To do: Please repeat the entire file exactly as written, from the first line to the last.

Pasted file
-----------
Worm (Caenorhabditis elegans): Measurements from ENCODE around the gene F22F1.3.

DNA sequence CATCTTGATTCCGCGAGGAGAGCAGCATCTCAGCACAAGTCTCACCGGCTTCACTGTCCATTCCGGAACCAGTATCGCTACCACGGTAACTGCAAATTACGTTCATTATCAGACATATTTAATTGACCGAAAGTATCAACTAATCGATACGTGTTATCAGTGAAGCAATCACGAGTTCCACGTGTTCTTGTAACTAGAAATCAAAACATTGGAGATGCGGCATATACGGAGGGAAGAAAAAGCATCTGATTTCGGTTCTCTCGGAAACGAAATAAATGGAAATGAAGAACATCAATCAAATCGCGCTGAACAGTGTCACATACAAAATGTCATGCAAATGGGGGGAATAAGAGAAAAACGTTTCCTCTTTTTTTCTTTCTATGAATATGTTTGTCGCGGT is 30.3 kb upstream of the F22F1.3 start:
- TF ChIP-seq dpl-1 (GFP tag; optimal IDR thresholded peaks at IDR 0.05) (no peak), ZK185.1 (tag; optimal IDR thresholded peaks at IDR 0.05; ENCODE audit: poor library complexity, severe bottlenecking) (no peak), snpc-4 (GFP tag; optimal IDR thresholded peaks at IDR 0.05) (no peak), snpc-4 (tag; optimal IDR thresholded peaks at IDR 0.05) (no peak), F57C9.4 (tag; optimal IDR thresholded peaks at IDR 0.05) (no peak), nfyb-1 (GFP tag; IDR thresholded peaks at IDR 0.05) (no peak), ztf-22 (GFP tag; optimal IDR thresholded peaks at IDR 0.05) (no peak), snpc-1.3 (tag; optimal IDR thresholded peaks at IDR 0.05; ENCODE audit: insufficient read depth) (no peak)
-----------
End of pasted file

Worm (Caenorhabditis elegans): Measurements from ENCODE around the gene F22F1.3.

DNA sequence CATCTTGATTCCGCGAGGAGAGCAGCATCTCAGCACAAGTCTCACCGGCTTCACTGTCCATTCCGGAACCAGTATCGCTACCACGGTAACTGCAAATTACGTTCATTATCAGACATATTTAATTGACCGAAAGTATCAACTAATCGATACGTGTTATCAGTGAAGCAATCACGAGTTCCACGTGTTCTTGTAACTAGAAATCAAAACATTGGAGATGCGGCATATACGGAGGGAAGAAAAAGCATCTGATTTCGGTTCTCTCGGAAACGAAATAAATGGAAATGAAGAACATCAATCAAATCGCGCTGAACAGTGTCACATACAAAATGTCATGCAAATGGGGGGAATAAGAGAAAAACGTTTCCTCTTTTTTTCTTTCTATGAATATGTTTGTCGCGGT is 30.3 kb upstream of the F22F1.3 start:
- TF ChIP-seq dpl-1 (GFP tag; optimal IDR thresholded peaks at IDR 0.05) (no peak), ZK185.1 (tag; optimal IDR thresholded peaks at IDR 0.05; ENCODE audit: poor library complexity, severe bottlenecking) (no peak), snpc-4 (GFP tag; optimal IDR thresholded peaks at IDR 0.05) (no peak), snpc-4 (tag; optimal IDR thresholded peaks at IDR 0.05) (no peak), F57C9.4 (tag; optimal IDR thresholded peaks at IDR 0.05) (no peak), nfyb-1 (GFP tag; IDR thresholded peaks at IDR 0.05) (no peak), ztf-22 (GFP tag; optimal IDR thresholded peaks at IDR 0.05) (no peak), snpc-1.3 (tag; optimal IDR thresholded peaks at IDR 0.05; ENCODE audit: insufficient read depth) (no peak)